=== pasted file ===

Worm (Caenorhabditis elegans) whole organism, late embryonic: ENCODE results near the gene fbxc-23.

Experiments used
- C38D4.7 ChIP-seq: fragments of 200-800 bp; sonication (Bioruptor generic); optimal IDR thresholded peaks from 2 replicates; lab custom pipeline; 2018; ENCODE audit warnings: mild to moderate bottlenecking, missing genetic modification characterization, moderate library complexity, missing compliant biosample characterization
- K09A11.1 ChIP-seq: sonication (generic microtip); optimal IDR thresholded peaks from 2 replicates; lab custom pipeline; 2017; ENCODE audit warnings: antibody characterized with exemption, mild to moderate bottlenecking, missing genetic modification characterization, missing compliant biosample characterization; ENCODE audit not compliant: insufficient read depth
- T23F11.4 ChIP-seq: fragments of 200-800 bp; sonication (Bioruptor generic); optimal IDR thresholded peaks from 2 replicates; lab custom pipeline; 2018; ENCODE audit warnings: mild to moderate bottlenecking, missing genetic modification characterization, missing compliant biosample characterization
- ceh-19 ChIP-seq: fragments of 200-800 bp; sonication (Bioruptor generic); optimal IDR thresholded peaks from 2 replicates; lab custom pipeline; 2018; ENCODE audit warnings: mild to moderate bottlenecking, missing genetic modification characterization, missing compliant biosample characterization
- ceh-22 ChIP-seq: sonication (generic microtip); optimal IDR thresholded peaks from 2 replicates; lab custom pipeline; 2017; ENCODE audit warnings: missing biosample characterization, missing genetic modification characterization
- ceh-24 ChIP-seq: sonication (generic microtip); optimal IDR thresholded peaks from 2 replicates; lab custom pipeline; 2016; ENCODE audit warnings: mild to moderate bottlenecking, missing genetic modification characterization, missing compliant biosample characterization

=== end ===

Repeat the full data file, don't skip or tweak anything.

Worm (Caenorhabditis elegans) whole organism, late embryonic: ENCODE results near the gene fbxc-23.

Experiments used
- C38D4.7 ChIP-seq: fragments of 200-800 bp; sonication (Bioruptor generic); optimal IDR thresholded peaks from 2 replicates; lab custom pipeline; 2018; ENCODE audit warnings: mild to moderate bottlenecking, missing genetic modification characterization, moderate library complexity, missing compliant biosample characterization
- K09A11.1 ChIP-seq: sonication (generic microtip); optimal IDR thresholded peaks from 2 replicates; lab custom pipeline; 2017; ENCODE audit warnings: antibody characterized with exemption, mild to moderate bottlenecking, missing genetic modification characterization, missing compliant biosample characterization; ENCODE audit not compliant: insufficient read depth
- T23F11.4 ChIP-seq: fragments of 200-800 bp; sonication (Bioruptor generic); optimal IDR thresholded peaks from 2 replicates; lab custom pipeline; 2018; ENCODE audit warnings: mild to moderate bottlenecking, missing genetic modification characterization, missing compliant biosample characterization
- ceh-19 ChIP-seq: fragments of 200-800 bp; sonication (Bioruptor generic); optimal IDR thresholded peaks from 2 replicates; lab custom pipeline; 2018; ENCODE audit warnings: mild to moderate bottlenecking, missing genetic modification characterization, missing compliant biosample characterization
- ceh-22 ChIP-seq: sonication (generic microtip); optimal IDR thresholded peaks from 2 replicates; lab custom pipeline; 2017; ENCODE audit warnings: missing biosample characterization, missing genetic modification characterization
- ceh-24 ChIP-seq: sonication (generic microtip); optimal IDR thresholded peaks from 2 replicates; lab custom pipeline; 2016; ENCODE audit warnings: mild to moderate bottlenecking, missing genetic modification characterization, missing compliant biosample characterization